The latest session at TechCrunch Disrupt was a fireside chat between Sarah Lacy and accomplished entrepreneur Fritz Demopoulos — an expat who arrived in China in the late 90s while he was working at News Corp and went on to start (and sell) two very successful companies.
The conversation, which you’ll find a recording of above, focused largely on the issues facing Western companies as they try to make their way into China.
The issue, Demopoulos says, is that companies can’t simply look at China as an important market. CEOs and other executives have to be looking at China as a commitment, both from an organizational and financial perspective. Many companies, he says, scoff at the idea of putting several years or more into building a sustainable presence in China (in part, in some cases, because they’re public). But they need to be willing to do this.
Asked about the lack of acquisitions in China, Demopoulos said he’s hearing that more bankers and lawyers are actually working on M&A style transactions, so it looks like they’re picking up. He added that the shortage of M&A historically may step from a Romance of the Three Kingdoms scenario, where “everyone hates each other”.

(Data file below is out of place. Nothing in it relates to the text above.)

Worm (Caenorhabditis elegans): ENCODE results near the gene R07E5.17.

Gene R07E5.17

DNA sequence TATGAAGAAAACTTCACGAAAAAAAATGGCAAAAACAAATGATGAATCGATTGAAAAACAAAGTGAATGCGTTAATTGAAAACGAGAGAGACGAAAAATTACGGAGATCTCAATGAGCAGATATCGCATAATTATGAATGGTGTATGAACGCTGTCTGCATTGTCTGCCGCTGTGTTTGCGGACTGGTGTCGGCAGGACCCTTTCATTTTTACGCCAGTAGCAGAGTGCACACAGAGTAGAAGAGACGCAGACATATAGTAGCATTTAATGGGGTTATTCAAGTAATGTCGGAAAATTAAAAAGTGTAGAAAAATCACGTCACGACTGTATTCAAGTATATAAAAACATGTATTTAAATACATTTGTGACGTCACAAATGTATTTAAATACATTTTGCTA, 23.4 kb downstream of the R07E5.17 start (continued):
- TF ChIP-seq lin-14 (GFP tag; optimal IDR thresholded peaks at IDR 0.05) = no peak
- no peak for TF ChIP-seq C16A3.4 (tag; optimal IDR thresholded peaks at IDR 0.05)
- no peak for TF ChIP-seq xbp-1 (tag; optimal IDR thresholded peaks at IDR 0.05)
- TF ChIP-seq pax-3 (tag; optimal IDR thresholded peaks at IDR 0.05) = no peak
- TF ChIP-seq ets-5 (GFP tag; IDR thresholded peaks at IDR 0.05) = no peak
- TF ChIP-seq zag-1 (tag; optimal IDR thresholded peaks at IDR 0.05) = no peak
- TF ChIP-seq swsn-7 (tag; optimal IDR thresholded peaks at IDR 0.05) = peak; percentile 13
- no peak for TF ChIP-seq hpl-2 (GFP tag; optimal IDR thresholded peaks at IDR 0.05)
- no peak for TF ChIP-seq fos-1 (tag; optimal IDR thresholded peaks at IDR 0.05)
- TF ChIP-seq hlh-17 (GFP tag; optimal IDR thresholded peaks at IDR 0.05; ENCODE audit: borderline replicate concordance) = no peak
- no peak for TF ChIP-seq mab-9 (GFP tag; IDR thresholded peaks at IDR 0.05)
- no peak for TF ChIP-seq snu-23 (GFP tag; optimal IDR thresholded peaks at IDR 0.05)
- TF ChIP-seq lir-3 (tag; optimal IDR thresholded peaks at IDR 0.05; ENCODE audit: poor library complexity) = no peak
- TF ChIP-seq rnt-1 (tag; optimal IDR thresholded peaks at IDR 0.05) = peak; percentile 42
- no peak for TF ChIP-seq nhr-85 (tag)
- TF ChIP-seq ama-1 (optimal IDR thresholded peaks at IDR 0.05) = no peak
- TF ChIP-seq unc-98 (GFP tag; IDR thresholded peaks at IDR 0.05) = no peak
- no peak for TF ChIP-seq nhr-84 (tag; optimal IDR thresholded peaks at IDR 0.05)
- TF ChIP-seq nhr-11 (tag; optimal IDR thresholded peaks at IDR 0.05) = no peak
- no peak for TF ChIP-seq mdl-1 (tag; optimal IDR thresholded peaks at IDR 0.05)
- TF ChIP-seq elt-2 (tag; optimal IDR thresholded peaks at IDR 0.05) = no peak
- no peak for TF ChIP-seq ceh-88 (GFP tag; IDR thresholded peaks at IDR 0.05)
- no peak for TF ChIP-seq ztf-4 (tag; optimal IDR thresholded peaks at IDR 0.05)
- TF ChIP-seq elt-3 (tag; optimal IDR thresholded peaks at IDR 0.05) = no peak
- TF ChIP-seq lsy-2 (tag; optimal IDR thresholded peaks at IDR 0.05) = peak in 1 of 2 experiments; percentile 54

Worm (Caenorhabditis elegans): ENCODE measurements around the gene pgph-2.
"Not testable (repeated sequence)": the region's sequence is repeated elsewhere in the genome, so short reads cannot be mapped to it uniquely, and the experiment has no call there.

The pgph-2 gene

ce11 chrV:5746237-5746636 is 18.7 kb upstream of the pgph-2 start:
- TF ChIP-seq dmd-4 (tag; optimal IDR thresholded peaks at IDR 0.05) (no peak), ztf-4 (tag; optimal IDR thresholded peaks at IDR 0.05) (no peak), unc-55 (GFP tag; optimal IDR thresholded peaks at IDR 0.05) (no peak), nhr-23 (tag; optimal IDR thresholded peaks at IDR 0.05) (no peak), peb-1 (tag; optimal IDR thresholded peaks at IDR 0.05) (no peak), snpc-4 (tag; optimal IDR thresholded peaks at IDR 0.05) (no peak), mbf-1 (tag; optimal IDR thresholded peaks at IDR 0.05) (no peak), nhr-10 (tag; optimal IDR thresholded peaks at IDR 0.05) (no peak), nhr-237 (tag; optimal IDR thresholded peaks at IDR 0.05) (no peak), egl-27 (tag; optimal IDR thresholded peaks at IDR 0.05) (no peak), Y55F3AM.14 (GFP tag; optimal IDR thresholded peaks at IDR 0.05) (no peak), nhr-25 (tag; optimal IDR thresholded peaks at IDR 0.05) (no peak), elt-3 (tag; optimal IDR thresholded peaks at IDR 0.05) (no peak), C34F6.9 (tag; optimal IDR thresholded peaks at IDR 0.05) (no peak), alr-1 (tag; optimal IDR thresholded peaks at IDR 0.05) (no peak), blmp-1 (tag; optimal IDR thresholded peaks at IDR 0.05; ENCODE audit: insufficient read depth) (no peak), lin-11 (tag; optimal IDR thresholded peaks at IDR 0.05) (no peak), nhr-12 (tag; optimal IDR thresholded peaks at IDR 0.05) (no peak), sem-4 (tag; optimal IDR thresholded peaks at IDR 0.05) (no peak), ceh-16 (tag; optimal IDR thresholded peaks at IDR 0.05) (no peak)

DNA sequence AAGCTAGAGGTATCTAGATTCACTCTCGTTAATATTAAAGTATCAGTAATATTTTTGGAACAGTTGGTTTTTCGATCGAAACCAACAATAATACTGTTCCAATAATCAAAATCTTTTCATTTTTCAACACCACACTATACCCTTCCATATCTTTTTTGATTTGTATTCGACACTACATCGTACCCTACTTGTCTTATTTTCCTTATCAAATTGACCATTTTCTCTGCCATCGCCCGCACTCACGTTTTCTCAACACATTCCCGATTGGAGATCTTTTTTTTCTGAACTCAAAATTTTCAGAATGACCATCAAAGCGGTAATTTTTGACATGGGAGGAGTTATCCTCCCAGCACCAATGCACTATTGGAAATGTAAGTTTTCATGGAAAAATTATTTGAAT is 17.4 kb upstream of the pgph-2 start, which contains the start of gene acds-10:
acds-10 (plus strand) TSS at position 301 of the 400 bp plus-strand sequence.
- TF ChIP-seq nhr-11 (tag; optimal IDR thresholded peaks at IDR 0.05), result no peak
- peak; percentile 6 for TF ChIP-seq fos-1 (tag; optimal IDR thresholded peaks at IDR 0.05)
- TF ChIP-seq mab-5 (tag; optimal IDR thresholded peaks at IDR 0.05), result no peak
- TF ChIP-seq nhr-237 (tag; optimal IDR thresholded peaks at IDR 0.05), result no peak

Finally, the talk turned to what it takes to start a successful company in China. There’s a widely held perception that you need to ‘know someone’ with connections to the Chinese government to make it there, which Demopoulos addressed. To succeed, he says, you need to do one of four things:
- The first, is to be a broker or middle-man
- The second is to participate in the china information industry, or PR
- The third is to take advantage of government related opportunities
- And finally, the fourth is the find new markets or create great products
As for the government connections? Demopoulos didn’t dismiss that entirely (there are some times when they can help), but he said that when you think about it, there are probably tens of thousands of people with various connections. In some ways, it’s sort of a buyer’s market for those who need them.